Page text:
A new stealthy Seattle healthcare startup led by veterans of companies like Amazon, Microsoft, and Starbucks just raised $11 million to build technology that will “dramatically” lower the cost of primary care.
Led by CEO Robbie Cape, former founder of Cozi and a 12-year Microsoft veteran, 98point6 raised the investment as part of a larger $15 million round, which will ultimately bring total funding to $18 million for the year-old company.
Cape, who sold family scheduling app Cozi to Time Inc. in 2014, told GeekWire that 98point6 is developing a service which utilizes leading-edge data science technologies to reduce primary care costs.
Cape said the service will ultimately be made available to consumers. He wouldn’t reveal much more about the platform, but the 20-person company is currently hiring in-house physicians to “deliver direct patient care through technology.”
“We are very, very motivated to change people’s lives by having a positive impact on the world,” Cape said. “We are very focused on that.”
The executive team at 98point6 is impressive. Damon Lanphear, CTO, was previously vice president of engineering at fellow Seattle startup Usermind, and worked at Amazon and LiveMocha prior to that. Chief Product Officer Larry Engel spent 20 years at Microsoft before joining Cozi with Cape as its CPO. Others include former Starbucks and Seattle Children’s Hospital HR executive Steven Hurwitz; former Microsoft and Amazon manager (and Cozi VP of Marketing) Samantha Bergin; former Likewise and VoloMetrix CFO Laurie Cansler; and former Seattle Children’s Hospital regulatory analyst Tori Lallemont.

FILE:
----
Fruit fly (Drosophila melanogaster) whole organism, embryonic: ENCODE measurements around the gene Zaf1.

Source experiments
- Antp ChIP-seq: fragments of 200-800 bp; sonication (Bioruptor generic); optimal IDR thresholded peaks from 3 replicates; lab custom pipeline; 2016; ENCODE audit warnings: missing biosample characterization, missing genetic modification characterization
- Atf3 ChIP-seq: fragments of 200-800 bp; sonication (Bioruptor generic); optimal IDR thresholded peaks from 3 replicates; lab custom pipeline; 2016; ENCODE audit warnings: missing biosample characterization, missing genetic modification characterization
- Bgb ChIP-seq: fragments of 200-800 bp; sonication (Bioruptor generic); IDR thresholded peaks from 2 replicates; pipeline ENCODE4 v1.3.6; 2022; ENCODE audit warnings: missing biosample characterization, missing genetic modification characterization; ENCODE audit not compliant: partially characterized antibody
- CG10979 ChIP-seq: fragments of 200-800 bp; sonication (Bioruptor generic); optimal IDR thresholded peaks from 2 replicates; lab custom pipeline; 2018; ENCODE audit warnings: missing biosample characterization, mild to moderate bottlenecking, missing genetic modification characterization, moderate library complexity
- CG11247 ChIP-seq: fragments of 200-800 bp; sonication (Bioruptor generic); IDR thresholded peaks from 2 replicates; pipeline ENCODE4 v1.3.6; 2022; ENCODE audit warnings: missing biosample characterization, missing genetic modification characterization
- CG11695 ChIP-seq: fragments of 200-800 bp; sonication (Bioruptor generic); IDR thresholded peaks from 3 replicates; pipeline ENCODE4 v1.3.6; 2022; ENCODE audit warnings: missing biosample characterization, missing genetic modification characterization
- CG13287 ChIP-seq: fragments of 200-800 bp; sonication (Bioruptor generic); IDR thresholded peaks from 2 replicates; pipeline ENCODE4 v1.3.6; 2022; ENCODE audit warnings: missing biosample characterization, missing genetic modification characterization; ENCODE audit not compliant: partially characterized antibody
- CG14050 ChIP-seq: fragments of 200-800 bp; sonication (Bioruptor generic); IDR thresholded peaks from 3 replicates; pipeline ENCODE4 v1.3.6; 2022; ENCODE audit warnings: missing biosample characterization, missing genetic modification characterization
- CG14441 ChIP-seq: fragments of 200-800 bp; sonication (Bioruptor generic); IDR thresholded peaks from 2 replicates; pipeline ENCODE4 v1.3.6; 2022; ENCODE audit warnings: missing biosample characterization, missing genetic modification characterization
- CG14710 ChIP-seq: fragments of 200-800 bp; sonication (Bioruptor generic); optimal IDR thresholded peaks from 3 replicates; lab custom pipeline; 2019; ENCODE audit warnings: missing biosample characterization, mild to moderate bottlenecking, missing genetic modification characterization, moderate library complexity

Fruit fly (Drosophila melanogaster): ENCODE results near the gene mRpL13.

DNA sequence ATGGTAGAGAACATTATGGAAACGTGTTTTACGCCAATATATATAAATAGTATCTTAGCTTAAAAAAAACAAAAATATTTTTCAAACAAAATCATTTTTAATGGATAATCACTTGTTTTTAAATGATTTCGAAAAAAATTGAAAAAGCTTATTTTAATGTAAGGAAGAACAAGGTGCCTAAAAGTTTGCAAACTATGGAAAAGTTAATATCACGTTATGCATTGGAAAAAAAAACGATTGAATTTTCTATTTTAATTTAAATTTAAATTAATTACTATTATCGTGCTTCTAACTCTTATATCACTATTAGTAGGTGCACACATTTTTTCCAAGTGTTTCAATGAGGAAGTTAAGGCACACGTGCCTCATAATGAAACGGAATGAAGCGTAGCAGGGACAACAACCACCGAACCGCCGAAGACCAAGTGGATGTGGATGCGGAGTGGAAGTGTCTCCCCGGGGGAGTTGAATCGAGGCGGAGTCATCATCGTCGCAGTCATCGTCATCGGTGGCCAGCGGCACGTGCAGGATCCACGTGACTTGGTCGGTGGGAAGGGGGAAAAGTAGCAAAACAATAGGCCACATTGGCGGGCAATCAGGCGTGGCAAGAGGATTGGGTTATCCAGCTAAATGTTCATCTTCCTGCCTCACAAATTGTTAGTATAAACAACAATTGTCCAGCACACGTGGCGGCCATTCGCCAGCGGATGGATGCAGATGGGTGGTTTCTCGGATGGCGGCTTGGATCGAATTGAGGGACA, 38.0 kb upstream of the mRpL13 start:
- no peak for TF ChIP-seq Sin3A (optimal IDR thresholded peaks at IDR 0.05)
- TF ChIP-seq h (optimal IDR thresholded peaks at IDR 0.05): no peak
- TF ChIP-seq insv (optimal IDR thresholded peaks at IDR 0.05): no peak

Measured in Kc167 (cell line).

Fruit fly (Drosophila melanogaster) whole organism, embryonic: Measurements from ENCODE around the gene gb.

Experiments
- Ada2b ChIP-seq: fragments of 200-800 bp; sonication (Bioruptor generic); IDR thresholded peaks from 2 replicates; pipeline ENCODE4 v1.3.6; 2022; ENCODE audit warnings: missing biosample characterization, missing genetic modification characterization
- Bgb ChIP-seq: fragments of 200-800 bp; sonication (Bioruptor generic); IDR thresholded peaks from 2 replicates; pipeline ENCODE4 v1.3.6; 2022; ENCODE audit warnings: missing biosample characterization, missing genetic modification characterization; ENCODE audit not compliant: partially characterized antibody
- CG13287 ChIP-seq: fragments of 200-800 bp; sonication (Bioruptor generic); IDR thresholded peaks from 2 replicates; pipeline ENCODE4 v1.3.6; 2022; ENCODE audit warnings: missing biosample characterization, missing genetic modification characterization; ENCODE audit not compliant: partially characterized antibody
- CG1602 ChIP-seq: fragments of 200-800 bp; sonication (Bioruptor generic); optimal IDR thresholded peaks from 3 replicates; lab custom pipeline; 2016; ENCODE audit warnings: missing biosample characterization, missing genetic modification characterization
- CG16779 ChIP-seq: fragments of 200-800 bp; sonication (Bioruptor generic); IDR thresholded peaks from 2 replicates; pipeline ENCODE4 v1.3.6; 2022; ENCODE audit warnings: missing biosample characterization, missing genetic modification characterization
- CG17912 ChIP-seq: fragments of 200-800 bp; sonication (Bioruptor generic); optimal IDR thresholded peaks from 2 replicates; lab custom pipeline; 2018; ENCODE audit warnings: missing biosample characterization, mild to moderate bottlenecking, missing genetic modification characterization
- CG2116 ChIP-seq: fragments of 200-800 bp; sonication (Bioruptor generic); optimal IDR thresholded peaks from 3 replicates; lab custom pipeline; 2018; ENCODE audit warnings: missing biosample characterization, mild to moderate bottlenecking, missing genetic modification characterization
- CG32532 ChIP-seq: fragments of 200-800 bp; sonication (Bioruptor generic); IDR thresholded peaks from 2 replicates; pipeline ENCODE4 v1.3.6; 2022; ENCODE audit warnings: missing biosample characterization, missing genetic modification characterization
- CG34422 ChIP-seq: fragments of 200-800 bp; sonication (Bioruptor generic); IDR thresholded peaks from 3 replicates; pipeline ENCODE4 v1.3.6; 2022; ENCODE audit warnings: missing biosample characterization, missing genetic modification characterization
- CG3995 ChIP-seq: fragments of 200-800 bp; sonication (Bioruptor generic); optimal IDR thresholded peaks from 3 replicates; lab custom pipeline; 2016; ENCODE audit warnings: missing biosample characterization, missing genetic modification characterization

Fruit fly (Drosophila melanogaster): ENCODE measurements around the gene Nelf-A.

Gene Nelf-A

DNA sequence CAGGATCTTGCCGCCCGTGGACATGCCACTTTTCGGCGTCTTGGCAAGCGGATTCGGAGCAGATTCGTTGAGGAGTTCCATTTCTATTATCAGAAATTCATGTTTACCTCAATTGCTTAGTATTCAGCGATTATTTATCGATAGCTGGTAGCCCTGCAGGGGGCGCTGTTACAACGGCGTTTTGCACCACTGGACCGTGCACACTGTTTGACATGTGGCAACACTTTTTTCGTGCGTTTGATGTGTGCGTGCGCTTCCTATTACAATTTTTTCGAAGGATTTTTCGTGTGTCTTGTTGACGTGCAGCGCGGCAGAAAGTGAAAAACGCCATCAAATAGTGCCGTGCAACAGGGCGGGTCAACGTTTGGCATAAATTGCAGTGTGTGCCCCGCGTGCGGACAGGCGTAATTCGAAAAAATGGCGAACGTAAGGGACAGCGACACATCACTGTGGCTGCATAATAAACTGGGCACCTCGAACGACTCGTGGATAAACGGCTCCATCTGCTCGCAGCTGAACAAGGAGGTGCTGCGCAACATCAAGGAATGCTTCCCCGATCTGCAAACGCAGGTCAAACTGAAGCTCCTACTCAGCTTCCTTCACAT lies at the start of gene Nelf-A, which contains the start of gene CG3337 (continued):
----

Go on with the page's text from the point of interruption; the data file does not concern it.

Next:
Cape said he is “incredibly excited” about the team and called the culture “something super, super special.”
“Exceptional people like to work with other exceptional people,” he added.
The company, which is hiring an additional 10 employees, also has a 16-person medical advisory board made up of leading innovators in the healthcare field.
Cape noted that he has other co-founders, but they are “very private people who have decided to take low profile at this time.”
98point6 is not revealing its investors, but Cape said that they are a group of “incredibly successful and nationally-recognized businessmen and women.”
“They are clearly very passionate and committed to dramatically lowering the cost of primary care,” he said, adding that the investors are “deeply engaged with the business.”
When asked about potential competition for 98point6, Cape said there is room for many winners at the intersection of technology and healthcare.
“We absolutely believe that the market is so interesting, dynamic, and large that there is an opportunity for all of these companies to be successful,” he said. “There is that much work to do.”